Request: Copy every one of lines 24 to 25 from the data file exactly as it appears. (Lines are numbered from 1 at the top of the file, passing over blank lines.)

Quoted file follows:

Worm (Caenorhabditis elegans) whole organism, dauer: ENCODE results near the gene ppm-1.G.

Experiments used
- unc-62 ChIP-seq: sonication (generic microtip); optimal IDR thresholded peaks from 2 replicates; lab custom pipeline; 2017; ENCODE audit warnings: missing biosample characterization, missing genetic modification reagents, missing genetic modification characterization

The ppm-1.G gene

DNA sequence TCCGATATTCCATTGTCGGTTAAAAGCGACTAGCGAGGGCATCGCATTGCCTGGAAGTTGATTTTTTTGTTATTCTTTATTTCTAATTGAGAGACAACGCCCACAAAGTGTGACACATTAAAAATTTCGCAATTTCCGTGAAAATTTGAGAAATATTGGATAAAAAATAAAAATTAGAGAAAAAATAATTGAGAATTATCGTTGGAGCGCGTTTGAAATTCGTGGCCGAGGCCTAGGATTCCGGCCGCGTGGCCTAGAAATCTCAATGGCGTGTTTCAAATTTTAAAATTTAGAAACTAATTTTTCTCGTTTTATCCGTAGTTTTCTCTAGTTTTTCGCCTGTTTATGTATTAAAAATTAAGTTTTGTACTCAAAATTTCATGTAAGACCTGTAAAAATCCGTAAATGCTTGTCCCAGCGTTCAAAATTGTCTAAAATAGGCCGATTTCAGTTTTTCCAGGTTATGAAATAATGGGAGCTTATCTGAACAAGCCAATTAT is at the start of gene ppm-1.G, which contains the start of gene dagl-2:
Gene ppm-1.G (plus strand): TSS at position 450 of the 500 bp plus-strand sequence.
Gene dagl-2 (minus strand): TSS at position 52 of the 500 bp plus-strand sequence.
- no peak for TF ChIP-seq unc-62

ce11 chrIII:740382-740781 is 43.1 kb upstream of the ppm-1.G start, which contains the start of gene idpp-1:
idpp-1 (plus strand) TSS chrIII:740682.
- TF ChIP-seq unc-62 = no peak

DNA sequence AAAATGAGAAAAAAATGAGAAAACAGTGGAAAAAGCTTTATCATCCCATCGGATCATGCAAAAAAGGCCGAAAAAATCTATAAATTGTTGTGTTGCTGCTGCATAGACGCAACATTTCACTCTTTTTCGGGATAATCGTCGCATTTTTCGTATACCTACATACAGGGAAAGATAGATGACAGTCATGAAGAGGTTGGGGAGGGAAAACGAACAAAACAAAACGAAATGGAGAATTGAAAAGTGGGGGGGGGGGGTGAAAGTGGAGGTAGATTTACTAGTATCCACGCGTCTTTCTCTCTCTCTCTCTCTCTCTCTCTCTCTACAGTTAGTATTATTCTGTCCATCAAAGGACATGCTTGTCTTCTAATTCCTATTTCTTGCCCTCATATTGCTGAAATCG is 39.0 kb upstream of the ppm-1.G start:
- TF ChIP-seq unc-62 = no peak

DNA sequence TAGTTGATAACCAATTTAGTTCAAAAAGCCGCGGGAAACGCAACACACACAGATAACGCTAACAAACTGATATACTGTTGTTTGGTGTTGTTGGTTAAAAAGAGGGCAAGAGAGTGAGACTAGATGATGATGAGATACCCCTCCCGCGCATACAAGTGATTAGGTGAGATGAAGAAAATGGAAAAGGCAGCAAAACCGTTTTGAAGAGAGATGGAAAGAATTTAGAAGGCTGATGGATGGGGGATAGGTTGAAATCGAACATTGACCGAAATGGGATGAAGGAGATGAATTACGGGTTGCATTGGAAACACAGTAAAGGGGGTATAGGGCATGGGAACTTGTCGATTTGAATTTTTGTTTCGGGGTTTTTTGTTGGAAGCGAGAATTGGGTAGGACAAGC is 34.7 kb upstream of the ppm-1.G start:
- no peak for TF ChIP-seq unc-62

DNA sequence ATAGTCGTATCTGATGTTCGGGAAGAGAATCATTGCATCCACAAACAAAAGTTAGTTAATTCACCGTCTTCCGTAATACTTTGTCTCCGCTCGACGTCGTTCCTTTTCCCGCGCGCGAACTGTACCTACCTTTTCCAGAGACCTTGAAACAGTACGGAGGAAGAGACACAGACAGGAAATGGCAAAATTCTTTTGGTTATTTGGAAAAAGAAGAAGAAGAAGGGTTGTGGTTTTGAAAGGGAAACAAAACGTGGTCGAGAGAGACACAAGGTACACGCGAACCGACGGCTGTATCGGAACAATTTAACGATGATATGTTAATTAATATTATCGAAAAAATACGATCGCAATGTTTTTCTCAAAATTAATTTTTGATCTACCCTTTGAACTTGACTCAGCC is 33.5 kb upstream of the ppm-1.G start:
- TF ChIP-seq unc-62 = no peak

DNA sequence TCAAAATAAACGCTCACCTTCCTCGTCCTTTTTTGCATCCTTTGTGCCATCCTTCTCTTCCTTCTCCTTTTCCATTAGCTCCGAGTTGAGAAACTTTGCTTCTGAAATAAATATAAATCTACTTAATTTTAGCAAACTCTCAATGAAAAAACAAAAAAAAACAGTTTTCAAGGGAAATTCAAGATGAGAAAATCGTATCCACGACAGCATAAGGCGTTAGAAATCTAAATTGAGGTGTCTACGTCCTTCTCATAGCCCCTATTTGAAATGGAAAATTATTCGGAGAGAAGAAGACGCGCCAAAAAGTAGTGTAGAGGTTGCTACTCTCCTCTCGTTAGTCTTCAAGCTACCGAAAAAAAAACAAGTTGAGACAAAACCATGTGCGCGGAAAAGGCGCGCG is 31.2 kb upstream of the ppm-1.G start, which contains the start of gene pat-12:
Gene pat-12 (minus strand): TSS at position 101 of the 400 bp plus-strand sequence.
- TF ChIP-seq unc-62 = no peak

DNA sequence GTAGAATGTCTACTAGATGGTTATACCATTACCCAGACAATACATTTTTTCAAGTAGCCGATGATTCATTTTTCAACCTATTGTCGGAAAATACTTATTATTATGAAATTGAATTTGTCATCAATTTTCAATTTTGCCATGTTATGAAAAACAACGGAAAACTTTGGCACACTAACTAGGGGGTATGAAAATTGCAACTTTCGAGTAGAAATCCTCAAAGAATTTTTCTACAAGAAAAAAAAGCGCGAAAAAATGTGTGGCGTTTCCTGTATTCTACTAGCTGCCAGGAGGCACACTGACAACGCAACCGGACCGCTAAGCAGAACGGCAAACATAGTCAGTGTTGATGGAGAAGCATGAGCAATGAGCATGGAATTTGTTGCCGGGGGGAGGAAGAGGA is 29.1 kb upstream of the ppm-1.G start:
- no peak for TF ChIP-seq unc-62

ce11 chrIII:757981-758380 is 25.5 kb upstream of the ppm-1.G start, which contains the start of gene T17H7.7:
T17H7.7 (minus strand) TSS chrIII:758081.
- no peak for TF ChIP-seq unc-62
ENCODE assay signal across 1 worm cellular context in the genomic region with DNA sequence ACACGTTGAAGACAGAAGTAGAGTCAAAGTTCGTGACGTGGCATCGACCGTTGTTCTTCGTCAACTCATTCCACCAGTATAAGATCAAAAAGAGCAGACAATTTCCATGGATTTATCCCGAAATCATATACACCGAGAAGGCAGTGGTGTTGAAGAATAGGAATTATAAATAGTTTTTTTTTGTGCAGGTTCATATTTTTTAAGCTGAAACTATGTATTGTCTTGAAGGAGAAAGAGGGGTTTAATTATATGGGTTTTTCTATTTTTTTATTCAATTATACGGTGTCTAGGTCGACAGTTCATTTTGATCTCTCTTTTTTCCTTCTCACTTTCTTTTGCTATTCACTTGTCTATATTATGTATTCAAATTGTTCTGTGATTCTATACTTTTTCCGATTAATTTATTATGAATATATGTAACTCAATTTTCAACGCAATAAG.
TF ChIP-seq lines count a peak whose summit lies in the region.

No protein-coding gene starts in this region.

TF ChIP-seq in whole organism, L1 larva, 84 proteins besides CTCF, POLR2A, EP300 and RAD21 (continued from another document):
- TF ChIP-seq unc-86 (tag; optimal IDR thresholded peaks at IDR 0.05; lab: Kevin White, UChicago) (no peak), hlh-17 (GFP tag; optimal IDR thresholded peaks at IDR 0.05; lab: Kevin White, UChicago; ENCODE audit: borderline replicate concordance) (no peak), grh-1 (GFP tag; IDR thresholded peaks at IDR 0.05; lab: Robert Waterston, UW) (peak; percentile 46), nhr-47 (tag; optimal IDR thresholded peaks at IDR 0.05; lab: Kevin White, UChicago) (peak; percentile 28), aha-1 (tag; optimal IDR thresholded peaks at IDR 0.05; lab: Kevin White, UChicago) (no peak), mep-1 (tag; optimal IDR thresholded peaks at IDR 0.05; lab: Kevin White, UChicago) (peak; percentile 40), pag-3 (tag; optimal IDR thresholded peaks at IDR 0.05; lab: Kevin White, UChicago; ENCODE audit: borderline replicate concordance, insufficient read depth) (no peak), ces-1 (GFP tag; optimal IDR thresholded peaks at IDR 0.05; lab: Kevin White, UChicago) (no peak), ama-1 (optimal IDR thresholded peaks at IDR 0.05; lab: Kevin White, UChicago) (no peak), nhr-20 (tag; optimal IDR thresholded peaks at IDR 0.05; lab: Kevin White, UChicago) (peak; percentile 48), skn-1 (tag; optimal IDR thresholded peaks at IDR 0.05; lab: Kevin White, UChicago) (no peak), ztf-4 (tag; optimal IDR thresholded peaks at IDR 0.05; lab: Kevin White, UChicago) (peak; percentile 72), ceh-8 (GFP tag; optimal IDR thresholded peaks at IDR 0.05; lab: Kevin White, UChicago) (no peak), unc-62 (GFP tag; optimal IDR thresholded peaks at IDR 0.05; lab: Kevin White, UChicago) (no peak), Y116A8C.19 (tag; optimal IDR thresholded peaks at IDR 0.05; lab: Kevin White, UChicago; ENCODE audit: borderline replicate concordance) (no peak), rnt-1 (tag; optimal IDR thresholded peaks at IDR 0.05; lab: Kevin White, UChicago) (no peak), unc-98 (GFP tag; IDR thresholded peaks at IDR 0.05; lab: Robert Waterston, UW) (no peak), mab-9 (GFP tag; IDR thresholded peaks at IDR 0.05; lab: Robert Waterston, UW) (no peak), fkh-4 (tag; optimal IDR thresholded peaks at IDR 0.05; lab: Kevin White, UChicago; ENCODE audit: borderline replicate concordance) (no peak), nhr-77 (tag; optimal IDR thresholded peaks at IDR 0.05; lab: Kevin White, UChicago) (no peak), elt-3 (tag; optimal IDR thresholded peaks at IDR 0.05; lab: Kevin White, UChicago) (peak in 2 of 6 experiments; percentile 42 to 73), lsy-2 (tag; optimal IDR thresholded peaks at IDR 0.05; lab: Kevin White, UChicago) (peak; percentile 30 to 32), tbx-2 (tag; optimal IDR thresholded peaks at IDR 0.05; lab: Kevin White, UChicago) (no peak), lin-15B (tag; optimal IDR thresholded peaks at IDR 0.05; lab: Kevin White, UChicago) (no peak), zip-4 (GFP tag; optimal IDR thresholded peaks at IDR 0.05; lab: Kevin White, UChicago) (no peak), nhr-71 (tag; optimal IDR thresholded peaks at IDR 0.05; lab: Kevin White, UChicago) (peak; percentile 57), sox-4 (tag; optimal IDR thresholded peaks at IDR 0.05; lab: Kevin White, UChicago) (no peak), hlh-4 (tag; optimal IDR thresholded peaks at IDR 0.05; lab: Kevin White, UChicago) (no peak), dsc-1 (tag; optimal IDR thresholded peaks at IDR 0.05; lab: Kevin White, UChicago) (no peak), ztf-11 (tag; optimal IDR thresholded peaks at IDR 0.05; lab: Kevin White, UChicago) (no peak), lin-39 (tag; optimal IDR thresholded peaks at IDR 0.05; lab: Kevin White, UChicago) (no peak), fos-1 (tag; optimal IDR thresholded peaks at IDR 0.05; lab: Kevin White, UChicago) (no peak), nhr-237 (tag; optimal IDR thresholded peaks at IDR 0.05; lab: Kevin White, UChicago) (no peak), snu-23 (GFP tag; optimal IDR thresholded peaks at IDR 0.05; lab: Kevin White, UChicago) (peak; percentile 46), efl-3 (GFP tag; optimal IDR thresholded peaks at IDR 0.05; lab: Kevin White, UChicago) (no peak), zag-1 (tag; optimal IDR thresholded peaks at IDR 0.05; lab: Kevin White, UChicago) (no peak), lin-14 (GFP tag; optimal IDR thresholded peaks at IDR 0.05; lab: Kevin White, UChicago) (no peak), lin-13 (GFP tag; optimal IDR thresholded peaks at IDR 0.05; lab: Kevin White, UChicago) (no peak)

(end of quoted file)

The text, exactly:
T17H7.7 (minus strand) TSS chrIII:758081.
- no peak for TF ChIP-seq unc-62